The Bureau of Engraving and Printing produces 35 million notes a day with a face value of approximately $635 million.
95% of the notes printed each year are used to replace notes already in circulation. 45% of the notes printed are $1 notes.
The first paper currency issued by the U.S. Department of the Treasury were Demand Notes Series 1861.
During the Civil War period, the Bureau of Engraving and Printing was called upon to print paper notes in denominations of 3 cents, 5 cents, 10 cents, 25 cents, and 50 cents. The reason for this is that people hoarded coins because of their intrinsic value which created a drastic shortage of circulating coins.
In 1929, the size of currency was reduced to about 2/3’s of its former size when production was converted to 12-subject plates. The familiar portraits and back designs of our currency were also established at that time.
A stack of currency one mile high would contain over 14½ million notes.
The approximate weight of a currency note, regardless of denomination is (1) one gram. There are 454 grams in one (1) U.S. pound, therefore, there should be 454 notes in (1) one pound(Avoirdupois system). If the troy system were used, there are (12) twelve ounces in (1) one pound; therefore, if one note weighs approximately (1) one gram, then (1) troy pound contains approximately 375 notes.
If you had 10 billion $1 notes and spent one every second of every day, it would require 317 years for you to go broke.
Currency paper is composed of 25% linen and 75% cotton. Red and blue synthetic fibers of various lengths are distributed evenly throughout the paper. Prior to World War I the fibers were made of silk.
Between the Fort Worth, Texas and the Washington, DC Facilities approximately 18 tons of ink per day are used.
Have you ever wondered how many times you could fold a piece of currency before it would tear? About 4,000 double folds (first forward and then backwards) are required before a note will tear.
The following information regarding the average life of a Federal Reserve Note was provided by the Federal Reserve System – please note that the life of a note depends on its denomination:
Our present sized currency measures 2.61 inches wide by 6.14 inches long, and the thickness is .0043 inches. If each currency note printed was laid end to end, they would stretch around the earth’s equator approximately 24 times. Larger sized notes in circulation before 1929 measured 3.125 inches by 7.4218 inches.
The 100 dollar note has been the largest denomination of currency in circulation since 1969.
The obverse and reverse of the Great Seal of the United States appeared in a currency design for the first time when the $1 Silver Certificate. Series 1935, was issued. The Seal dates back to 1782 — before the Constitution.
The legend, “In God We Trust,” became a part of the design of United States currency in 1957 and has appeared on all currency since 1963.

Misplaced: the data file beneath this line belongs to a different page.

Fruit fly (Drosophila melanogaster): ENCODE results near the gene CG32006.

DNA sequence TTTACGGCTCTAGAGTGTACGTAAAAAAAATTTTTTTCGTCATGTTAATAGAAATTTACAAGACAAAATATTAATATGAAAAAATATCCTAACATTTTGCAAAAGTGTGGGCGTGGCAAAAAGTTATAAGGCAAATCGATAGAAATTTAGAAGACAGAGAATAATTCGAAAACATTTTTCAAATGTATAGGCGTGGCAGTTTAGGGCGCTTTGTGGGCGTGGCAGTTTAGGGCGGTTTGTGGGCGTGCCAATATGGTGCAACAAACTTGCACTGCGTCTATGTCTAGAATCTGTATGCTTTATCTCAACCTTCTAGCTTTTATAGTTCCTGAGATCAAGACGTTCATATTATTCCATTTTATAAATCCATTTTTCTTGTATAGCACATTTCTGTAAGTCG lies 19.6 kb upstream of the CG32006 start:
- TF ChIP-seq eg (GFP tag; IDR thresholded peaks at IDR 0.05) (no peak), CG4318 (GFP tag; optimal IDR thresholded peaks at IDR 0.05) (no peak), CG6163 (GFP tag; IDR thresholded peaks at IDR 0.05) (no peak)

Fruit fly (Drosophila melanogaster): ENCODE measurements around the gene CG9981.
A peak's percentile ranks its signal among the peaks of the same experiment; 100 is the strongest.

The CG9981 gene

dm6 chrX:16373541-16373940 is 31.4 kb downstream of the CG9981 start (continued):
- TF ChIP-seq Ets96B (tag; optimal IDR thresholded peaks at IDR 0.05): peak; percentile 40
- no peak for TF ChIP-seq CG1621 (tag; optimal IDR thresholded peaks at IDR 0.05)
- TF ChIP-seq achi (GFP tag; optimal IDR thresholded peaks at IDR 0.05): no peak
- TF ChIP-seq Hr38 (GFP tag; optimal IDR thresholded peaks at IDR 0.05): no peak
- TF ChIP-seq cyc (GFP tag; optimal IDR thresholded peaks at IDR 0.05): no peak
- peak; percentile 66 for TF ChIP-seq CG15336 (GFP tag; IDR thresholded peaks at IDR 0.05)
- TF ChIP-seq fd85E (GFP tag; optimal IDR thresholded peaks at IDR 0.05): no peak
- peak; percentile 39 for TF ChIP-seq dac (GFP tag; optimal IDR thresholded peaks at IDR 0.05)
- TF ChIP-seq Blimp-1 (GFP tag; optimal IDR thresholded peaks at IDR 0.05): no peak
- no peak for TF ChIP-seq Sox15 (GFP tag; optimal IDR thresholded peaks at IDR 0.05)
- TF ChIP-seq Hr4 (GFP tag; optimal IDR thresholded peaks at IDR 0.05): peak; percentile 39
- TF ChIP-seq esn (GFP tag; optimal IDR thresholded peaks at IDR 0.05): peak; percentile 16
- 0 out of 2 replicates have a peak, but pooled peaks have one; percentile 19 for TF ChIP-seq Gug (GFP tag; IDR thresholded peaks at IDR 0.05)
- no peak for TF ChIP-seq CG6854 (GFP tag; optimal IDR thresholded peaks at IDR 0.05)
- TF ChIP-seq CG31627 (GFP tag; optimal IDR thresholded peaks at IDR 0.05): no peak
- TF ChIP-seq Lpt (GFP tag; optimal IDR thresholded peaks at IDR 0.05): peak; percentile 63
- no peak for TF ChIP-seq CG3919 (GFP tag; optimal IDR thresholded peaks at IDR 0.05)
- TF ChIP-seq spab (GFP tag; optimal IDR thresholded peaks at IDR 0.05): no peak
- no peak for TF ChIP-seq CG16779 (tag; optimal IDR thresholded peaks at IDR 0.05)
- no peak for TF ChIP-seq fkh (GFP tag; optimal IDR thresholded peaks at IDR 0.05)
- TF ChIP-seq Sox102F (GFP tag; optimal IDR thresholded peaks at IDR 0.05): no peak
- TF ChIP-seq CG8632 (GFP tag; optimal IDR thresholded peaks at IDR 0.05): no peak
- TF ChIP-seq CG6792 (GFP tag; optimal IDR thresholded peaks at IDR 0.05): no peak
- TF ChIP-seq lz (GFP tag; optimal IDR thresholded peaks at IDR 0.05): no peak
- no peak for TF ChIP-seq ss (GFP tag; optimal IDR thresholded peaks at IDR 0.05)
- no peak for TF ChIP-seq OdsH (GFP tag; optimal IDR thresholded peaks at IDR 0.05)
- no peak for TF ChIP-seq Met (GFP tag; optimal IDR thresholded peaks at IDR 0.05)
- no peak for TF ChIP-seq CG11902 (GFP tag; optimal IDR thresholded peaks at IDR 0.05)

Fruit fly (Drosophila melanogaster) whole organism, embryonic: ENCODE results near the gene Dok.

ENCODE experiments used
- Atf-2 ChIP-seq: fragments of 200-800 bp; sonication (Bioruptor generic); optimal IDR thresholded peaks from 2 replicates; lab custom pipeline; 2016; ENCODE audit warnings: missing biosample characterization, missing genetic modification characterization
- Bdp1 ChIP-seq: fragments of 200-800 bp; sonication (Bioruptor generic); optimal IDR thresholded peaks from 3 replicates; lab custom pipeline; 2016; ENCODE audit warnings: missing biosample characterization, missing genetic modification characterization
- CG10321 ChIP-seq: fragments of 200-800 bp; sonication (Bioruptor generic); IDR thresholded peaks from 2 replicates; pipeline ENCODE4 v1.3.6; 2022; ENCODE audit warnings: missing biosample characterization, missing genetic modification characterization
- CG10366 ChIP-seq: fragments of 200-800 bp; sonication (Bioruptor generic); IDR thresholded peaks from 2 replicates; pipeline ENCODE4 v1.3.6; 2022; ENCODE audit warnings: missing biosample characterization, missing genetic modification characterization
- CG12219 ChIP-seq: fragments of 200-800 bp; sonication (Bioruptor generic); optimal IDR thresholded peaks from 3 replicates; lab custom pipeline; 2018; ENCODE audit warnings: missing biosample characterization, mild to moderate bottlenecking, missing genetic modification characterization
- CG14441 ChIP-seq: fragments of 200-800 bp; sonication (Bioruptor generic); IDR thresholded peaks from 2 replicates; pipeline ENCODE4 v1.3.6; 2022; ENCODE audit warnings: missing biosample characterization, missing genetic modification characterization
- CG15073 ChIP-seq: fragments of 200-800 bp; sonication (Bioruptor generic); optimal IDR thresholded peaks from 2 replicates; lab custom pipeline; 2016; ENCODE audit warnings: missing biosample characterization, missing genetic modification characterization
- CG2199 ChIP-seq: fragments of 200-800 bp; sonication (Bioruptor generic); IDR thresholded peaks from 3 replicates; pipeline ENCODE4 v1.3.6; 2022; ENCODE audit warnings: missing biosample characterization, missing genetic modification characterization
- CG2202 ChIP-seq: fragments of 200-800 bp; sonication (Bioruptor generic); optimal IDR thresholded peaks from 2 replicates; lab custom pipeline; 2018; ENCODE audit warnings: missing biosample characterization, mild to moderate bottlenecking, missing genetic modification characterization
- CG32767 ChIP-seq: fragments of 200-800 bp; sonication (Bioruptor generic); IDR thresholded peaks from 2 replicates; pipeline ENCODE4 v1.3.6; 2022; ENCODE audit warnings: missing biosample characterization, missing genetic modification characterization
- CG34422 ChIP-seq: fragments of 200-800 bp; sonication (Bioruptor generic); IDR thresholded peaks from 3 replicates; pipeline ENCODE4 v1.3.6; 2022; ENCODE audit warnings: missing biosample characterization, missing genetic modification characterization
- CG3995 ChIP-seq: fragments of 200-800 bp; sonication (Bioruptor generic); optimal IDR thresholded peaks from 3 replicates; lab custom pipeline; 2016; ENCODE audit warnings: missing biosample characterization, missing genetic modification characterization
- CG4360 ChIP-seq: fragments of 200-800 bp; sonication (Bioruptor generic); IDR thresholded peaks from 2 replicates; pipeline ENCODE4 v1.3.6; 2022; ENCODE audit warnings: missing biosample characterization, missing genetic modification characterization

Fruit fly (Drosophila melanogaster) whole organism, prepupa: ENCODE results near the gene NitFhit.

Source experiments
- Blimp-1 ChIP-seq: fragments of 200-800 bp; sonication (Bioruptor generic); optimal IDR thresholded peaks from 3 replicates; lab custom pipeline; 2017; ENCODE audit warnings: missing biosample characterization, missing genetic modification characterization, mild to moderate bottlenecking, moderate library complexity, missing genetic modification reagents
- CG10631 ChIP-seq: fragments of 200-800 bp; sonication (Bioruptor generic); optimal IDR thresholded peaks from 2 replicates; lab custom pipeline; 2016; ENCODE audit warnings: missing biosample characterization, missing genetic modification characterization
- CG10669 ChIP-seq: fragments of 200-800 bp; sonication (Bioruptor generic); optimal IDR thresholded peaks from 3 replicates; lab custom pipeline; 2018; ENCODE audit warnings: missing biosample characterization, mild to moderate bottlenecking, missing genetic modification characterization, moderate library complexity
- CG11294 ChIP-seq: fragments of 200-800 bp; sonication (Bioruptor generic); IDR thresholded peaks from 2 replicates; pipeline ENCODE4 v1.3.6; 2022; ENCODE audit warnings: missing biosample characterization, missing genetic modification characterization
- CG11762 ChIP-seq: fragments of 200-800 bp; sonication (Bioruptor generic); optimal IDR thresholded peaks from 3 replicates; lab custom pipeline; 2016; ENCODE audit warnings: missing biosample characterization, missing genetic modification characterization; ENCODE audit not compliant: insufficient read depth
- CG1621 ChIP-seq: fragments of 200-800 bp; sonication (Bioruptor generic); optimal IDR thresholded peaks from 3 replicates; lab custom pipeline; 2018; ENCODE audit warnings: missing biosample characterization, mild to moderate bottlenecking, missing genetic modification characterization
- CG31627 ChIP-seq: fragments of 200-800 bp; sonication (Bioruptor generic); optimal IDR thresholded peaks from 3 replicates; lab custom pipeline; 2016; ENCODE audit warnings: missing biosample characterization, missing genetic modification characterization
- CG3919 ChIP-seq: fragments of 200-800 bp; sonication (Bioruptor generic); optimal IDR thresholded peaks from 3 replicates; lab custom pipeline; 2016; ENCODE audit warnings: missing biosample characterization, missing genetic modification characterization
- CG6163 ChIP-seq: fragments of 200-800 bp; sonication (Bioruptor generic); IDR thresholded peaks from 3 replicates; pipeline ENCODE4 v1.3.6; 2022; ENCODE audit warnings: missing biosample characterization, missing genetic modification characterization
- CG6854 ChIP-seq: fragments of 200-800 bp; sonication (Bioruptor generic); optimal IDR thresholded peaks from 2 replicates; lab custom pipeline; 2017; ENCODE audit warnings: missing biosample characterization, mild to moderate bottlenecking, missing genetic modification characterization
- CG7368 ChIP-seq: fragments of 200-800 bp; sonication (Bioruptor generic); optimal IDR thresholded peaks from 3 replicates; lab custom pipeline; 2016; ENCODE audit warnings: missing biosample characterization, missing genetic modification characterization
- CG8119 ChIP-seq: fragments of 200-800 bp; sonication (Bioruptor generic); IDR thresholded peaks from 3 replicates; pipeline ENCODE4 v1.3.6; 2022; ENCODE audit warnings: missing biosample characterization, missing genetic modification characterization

The largest note ever printed by the Bureau of Engraving and Printing was the $100,000 Gold Certificate, Series 1934. These notes were printed from December 18, 1934 through January 9, 1935 and were issued by the Treasurer of the United States to Federal Reserve Banks only against an equal amount of gold bullion held by the Treasury. These notes were used for transactions between FRBs and were not circulated among the general public.
The origin of the “$” sign has been variously accounted for, however, the most widely accepted explanation is that the symbol is the result of evolution, independently in different places, of the Mexican or Spanish “P’s” for pesos, or piastres, or pieces of eight. The theory, derived from a study of old manuscripts, is that the “S” gradually came to be written over the “P,” developing a close equivalent of the “$” mark. It was widely used before the adoption of the United States dollar in 1785.
Contrary to popular belief, the automobile pictured on the back of the $10 note is not a Model “T” Ford. It is merely a creation of the designer of the bill.
The hands of the clock in the steeple of Independence Hall on the reverse of the $100 Federal Reserve Note are set at approximately 4:10.
Martha Washington is the only woman whose portrait has appeared on a U.S. currency note. It appeared on the face of the $1 Silver Certificate of 1886 and 1891, and the back of the $1 Silver Certificate of 1896.
The beginning of an establishment for the engraving and printing of U.S. currency can be traced as far back as August 29, 1862, to a single room in the basement of the Main Treasury Building where two men and four women separated and sealed by hand $1 and $2 U.S. notes which had been printed by private bank note companies. Today there are approximately 2,800 employees who work out of two buildings in Washington, D.C. and a facility in Fort Worth, Texas.
During Fiscal Year 2005, it cost approximately 5.7 cents per note to produce 8.6 billion U.S. paper currency notes.
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